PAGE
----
Cheryl Michelle Walter (Nelson Mandela Metropolitan University, South-Africa)
Prof Cheryl Walter is an Associate Professor and Head of the Department of Human Movement Science at the Nelson Mandela Metropolitan University (NMMU) in Port Elizabeth, South Africa. Her research focuses on the understanding and promoting of physical activity for health, especially among school children, and more generally among women and girls from marginalized communities. In 2010, she initiated a project called PasSPORT to Health which promotes physical activity and sport at disadvantaged schools in the Port Elizabeth area. More recently, she has been involved in the project management and research of the Disease, Activity and Schoolchildren’s Health project (DASH), an international collaboration between NMMU, the University of Basel in Switzerland and the Swiss Tropical and Public Health Institute.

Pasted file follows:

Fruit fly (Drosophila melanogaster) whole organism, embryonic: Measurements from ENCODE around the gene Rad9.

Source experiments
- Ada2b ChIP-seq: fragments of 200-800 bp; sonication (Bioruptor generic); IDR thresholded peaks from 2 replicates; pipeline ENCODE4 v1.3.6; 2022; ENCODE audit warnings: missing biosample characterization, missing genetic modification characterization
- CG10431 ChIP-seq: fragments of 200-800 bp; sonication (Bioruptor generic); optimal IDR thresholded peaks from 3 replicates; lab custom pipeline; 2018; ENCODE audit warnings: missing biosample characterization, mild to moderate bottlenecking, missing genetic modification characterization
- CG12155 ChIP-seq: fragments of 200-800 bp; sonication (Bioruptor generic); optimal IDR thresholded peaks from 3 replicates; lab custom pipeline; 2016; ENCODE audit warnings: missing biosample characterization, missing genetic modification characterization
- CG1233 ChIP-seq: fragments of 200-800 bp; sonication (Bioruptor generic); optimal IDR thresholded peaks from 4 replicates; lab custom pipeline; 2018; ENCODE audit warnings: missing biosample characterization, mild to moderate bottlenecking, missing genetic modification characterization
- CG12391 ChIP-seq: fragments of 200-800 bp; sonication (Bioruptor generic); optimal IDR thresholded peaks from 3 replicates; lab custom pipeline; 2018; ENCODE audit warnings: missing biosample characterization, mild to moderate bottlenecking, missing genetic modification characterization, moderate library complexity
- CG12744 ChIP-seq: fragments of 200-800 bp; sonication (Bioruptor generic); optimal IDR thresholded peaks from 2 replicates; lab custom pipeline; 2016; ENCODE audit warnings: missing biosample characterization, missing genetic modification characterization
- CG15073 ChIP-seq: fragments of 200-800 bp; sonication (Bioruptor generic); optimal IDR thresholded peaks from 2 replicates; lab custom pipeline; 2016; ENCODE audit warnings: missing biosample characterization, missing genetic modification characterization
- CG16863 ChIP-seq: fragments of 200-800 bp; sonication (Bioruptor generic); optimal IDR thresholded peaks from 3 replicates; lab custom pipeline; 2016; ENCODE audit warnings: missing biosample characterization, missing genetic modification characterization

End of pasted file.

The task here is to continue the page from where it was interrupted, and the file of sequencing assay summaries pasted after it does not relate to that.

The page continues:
Abstract (Sub-theme 2 : Learner Identities within Physical Education and Sport : Overtaking Inequities)
Lessons from South Africa: fractures in the rainbow
Twenty years ago, South Africa under the leadership of Nelson Mandela, was being celebrated for the birth of its democracy and for reconciliation. However, it is still plagued by its apartheid past. Regarded as the most unequal country in the world, the gap between rich and poor is widening, impacting negatively on schools and communities. This is also evident in relation to physical education, where the inequities ‒ rooted in apartheid and related to race, socio-economic status, gender and cultural differences (with people still divided by old apartheid classifications) ‒have detrimental effects on children’s health and well-being. This paper provides a narrative of the complexities around physical education in schools: the consequences of apartheid, the post-apartheid challenges, and strategies being implemented to overcome inequities.